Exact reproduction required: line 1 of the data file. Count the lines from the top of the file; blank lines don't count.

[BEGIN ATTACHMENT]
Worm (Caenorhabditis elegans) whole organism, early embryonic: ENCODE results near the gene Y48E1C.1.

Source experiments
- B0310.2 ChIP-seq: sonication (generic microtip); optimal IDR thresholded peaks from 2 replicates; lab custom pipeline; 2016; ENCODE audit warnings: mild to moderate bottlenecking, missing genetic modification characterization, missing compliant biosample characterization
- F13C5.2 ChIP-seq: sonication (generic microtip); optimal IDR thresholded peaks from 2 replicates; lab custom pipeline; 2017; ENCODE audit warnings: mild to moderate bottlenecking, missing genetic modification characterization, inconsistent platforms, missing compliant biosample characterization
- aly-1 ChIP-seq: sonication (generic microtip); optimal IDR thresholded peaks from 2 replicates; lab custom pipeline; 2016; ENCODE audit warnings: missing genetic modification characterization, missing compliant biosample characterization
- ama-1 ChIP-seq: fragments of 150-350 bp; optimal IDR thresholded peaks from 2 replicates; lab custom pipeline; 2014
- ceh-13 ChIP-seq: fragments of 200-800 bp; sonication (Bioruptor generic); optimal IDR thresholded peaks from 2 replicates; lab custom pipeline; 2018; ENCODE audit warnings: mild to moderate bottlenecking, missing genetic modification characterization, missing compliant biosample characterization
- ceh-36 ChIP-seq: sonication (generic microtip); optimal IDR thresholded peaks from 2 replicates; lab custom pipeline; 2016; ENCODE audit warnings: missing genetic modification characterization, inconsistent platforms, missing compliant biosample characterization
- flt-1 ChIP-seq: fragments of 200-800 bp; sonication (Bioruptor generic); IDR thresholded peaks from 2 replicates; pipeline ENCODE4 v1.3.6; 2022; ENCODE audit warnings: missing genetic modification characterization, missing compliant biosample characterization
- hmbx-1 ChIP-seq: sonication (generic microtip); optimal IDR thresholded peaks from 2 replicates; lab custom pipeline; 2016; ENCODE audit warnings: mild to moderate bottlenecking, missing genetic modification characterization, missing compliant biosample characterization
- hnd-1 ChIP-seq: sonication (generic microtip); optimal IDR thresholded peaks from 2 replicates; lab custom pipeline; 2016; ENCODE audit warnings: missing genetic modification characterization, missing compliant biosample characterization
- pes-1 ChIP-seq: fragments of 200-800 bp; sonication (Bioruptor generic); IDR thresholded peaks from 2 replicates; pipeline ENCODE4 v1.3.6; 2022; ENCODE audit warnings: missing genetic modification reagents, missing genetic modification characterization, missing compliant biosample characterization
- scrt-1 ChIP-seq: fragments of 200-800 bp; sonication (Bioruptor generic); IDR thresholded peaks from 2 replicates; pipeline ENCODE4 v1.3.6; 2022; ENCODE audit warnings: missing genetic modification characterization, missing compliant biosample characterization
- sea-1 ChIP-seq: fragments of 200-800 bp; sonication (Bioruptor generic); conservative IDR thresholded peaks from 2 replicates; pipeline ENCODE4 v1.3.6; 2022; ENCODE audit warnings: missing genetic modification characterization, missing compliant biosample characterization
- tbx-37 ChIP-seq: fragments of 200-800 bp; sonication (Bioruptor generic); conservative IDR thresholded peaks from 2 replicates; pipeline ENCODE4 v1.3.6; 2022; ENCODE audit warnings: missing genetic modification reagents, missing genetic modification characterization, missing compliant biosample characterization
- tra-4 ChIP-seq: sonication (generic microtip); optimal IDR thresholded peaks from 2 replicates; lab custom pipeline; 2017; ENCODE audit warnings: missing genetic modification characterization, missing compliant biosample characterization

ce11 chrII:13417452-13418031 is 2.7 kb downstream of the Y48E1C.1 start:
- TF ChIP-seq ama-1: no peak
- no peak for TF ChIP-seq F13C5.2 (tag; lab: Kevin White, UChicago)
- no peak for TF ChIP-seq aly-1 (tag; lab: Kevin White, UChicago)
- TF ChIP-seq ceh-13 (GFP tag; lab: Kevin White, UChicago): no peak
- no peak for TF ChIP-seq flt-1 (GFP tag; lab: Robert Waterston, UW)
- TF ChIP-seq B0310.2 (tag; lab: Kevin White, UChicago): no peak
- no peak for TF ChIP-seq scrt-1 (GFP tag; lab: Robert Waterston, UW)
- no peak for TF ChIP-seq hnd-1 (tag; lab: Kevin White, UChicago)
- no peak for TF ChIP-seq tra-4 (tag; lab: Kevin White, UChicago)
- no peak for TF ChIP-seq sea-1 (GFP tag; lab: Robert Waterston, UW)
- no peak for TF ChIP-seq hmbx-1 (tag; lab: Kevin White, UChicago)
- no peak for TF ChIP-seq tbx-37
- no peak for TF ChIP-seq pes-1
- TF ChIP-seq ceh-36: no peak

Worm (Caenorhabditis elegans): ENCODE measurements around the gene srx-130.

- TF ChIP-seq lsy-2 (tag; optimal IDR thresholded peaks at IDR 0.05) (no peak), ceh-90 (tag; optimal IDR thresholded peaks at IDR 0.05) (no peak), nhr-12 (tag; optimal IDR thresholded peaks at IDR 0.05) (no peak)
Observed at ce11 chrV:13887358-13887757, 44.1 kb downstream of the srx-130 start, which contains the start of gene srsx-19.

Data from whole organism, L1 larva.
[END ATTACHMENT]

Worm (Caenorhabditis elegans) whole organism, early embryonic: ENCODE results near the gene Y48E1C.1.